Back in August of 2014, BotFactory reached their crowdfunding goal through Kickstarter of $100,000 to release the Squink, a "Desktop Electronic Circuit Factory." Squink comes in 3 different packages ranging from around $2,600 to $3,000. Botfactory's goal behind the Squink is to:
"reduce the cost and time associated with electronics prototyping by providing a desktop PCB fabrication solution"
The Squink is a pretty neat machine, so we interviewed JF Brandon, one of their team members. You can see how the Squink works in the video below.
AAC: Who is BotFactory? What's your team's story?
JFB: Botfactory was formed by NYU Grads Nicolas Vansnick and Carlos Ospina as well as their professor Mike Knox. When nearly everyone failed a class project in Electronic Design (present company excluded) because everyone’s PCBs didn’t arrive on time, they teamed up to see if they could create an ‘Electronic 3D Printer’ to make prototyping easier. We’ve a lot of awards since day one, most notably NYC Next Top Maker and Make: Launchpad along with a successful $100K Kickstarter. Since June 2015 we’ve been shipping to Engineers, Teachers and Makers across the World, constantly talking to them to understand what we’re doing right and what we’re doing wrong, and what we’re missing. We’ve quadrupled the floor space we had 6 months ago and tripled sales, which we’re really proud of.
BotFactory's founding members
AAC: Let's say I'm not very familiar with circuit printers, how does Squink work exactly?
JFB: Squink is a Desktop PCB Printer that can print traces, dispense solder and pick-and-place components. It’s like you could warp the fabric of Space-Time between you and a Printed Circuit Board manufacturer so you can fab at the speed of light. With Squink you can print on FR4, Kapton, transparent sheets and photopaper, straight from your CAD tool, allowing you to fab a board in an hour instead of waiting days or weeks. You don’t need to download anything - you simply pull Squink out of the box and connect it via WiFi, using your browser window to control it.
AAC: You mentioned that companies, schools, and hobbyists have been buying Squinks. Could you elaborate on that?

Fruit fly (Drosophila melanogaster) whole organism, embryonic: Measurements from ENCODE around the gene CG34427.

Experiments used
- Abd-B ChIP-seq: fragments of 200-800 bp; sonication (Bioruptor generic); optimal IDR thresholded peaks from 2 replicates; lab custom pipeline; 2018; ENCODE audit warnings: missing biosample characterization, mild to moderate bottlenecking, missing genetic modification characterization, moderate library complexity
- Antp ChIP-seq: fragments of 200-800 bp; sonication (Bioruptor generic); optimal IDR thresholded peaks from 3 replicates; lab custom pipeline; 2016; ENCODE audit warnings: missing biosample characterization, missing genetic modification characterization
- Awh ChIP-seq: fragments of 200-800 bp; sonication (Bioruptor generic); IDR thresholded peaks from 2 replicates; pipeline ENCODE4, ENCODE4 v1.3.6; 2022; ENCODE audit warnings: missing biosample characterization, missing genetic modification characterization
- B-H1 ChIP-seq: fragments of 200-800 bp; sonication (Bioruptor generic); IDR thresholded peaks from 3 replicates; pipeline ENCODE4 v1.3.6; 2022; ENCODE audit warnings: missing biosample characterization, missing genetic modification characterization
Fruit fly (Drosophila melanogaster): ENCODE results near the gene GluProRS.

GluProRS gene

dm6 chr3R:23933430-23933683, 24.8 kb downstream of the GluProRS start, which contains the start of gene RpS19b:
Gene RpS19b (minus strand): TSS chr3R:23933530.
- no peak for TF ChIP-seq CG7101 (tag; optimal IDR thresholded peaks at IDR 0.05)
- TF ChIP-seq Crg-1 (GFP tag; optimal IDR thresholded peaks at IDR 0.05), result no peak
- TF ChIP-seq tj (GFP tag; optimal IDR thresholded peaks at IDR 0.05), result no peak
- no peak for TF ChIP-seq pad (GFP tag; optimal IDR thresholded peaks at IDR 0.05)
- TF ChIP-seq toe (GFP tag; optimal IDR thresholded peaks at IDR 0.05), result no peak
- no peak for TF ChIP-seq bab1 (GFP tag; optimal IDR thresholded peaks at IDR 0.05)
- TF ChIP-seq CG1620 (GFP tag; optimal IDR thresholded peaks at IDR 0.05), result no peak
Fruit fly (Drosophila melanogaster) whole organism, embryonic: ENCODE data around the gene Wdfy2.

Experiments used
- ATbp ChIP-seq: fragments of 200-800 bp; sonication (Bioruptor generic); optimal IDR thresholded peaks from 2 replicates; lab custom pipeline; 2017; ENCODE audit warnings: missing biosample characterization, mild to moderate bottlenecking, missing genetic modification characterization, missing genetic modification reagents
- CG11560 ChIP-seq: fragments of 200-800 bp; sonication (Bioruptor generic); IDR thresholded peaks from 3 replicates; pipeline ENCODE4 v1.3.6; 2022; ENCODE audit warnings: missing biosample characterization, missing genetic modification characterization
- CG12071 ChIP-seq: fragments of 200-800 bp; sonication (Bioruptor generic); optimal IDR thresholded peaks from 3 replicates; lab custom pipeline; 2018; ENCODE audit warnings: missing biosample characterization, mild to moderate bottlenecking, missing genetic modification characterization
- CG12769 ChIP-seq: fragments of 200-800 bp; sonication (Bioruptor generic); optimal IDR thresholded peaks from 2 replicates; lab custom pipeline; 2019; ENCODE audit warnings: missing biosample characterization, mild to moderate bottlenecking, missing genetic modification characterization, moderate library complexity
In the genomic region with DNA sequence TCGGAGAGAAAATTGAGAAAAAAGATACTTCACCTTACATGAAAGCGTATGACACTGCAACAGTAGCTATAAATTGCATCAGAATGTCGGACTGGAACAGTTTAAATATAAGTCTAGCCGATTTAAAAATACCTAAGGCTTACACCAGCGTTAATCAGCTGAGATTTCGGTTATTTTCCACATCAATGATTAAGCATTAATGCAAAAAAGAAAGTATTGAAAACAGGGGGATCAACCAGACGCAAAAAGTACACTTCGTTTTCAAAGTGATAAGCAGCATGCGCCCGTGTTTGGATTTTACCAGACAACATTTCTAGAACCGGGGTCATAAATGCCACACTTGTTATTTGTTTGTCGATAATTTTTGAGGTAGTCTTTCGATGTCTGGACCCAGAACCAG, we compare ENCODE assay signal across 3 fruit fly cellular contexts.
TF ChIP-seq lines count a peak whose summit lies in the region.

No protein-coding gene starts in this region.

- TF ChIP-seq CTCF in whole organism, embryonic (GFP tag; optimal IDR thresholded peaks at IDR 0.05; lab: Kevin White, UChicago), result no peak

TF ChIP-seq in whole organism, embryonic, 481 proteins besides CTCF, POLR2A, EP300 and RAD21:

JFB: We’ve had Fortune 500 companies buy Squink for their innovation labs and manufacturing engineers. Schools ranging from Ivy League to Community Colleges have bought Squink for their makerspaces and as a teaching tool. Hackers, makers and hobbyists often buy Squink for their own uses. We can’t mention names because of confidentiality agreements, but one big company uses Squink to experiment with flexible ‘smart labels’, and another one is using them to develop innovations into their future IoT products. A certain large government organization that deals with spaceflight bought Squink because they could make a variety of wearable devices without the ridiculous cost of buying from vendors, or hazards of making their own with etchants. One hacker and artist Rachel Hellenga uses Squink to experiment with making light-up Legos to teach young children the basics of electricity.
AAC: Why do you think Squink and other circuit printers are doing so well? Why would somebody buy a Squink when they can order boards online?
JFB: Well by that logic, why own a car when you can take public transit? You have to wait to get anything prototyped, and there are lots of very impatient managers, engineers, students, teachers, and hackers that need a PCB today and can’t afford to drop thousands on multiple rounds of iteration. Often we have buyers who buy Squink specifically for one project, after which the machine is paid off.
The Squink Desktop Electronic Circuit Factory
AAC: Whats next for BotFactory? What direction are you going from here?
JFB: We have a product that is 10x better than what we had 18 months ago, so we want to produce something that 100x better in the next cycle. I can’t tell you what that would look like, but everyone we meet is looking for thinner traces, a faster pick-and-place system (and that can handle smaller parts) and multil-ayer functionality. We have released the multi-layer functionality (two layers, for the moment), so we’re making progress in the right direction. A product like Squink is only good as the company behind it, so our team is constantly looking to reduce costs while improving quality, on top of tinkering and constantly improving our software package. We typically update Squink once a month, fixing bugs, increasing speed and improving UX/UI based on what our user feedback is like.
We're certainly excited to see where Squink and other circuit printers take us in the next few years. As the technology becomes more efficient, circuit printers will become more common and affordable, perhaps, even affordable for the personal home-lab. The team at BotFactory might be on to something, so if you have any questions/comments, be heard in the comments section below!